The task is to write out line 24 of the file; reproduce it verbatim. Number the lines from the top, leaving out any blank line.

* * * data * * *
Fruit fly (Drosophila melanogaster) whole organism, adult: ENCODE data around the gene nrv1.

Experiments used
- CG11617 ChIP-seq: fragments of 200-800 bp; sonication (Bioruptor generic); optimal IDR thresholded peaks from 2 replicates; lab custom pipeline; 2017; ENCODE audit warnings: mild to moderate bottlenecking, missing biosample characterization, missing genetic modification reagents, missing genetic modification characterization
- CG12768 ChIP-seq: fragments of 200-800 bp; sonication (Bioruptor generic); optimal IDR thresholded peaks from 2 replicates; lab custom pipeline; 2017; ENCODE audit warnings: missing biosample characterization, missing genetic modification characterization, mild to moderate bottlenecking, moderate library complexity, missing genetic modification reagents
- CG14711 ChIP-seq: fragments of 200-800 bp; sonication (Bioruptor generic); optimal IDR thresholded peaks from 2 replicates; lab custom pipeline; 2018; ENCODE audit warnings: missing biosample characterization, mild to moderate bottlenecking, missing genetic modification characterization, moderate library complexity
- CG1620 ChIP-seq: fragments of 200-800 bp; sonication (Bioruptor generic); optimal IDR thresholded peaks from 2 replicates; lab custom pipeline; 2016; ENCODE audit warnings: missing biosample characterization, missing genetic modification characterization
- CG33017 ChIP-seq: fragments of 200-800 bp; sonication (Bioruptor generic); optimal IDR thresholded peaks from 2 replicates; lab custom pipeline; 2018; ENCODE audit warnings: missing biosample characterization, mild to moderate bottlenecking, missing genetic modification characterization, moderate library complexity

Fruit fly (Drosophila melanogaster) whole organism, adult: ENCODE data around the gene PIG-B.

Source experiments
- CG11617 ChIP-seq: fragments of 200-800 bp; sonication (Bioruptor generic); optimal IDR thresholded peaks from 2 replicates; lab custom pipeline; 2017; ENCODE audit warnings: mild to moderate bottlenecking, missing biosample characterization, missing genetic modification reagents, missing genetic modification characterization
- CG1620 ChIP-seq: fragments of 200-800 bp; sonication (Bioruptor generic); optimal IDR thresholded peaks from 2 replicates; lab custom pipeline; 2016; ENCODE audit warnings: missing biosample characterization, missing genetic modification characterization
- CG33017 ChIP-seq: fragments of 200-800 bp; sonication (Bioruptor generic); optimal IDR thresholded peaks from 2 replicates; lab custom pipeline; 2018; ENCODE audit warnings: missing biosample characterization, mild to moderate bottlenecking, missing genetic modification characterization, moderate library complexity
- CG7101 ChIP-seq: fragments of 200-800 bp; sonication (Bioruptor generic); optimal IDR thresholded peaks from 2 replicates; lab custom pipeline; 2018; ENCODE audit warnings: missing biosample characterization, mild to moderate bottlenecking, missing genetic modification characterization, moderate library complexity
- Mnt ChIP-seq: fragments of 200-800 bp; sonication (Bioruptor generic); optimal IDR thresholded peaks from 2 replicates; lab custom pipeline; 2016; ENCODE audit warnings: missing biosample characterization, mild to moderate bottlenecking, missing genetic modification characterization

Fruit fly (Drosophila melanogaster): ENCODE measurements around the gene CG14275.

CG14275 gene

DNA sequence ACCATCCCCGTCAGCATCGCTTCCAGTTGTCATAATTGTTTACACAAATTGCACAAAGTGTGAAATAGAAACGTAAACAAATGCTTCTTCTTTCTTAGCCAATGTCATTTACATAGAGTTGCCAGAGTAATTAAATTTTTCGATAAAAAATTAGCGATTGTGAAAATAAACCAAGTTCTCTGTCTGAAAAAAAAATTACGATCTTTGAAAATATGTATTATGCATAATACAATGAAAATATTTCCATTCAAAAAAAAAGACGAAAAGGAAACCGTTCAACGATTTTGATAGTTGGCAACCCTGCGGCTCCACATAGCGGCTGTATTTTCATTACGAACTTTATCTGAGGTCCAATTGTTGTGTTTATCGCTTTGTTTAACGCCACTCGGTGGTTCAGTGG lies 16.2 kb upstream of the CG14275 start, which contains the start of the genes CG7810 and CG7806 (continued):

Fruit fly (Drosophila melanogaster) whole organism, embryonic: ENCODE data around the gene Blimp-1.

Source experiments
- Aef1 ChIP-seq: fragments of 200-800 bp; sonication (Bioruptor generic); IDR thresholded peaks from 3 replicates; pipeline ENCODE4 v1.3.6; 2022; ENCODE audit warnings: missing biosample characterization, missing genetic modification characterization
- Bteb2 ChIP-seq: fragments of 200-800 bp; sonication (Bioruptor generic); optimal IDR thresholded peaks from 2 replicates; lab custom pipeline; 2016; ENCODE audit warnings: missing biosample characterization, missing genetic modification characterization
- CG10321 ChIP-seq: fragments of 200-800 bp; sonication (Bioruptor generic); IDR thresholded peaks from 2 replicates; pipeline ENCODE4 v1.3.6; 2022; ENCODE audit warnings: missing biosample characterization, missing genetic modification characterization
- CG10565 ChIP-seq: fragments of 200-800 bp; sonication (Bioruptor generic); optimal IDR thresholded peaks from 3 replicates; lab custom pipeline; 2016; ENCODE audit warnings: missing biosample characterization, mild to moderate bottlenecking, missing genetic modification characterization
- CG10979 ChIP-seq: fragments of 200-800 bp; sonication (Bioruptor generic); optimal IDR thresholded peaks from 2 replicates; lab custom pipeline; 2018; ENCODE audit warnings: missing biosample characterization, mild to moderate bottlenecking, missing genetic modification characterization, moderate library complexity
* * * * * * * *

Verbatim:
- CG10979 ChIP-seq: fragments of 200-800 bp; sonication (Bioruptor generic); optimal IDR thresholded peaks from 2 replicates; lab custom pipeline; 2018; ENCODE audit warnings: missing biosample characterization, mild to moderate bottlenecking, missing genetic modification characterization, moderate library complexity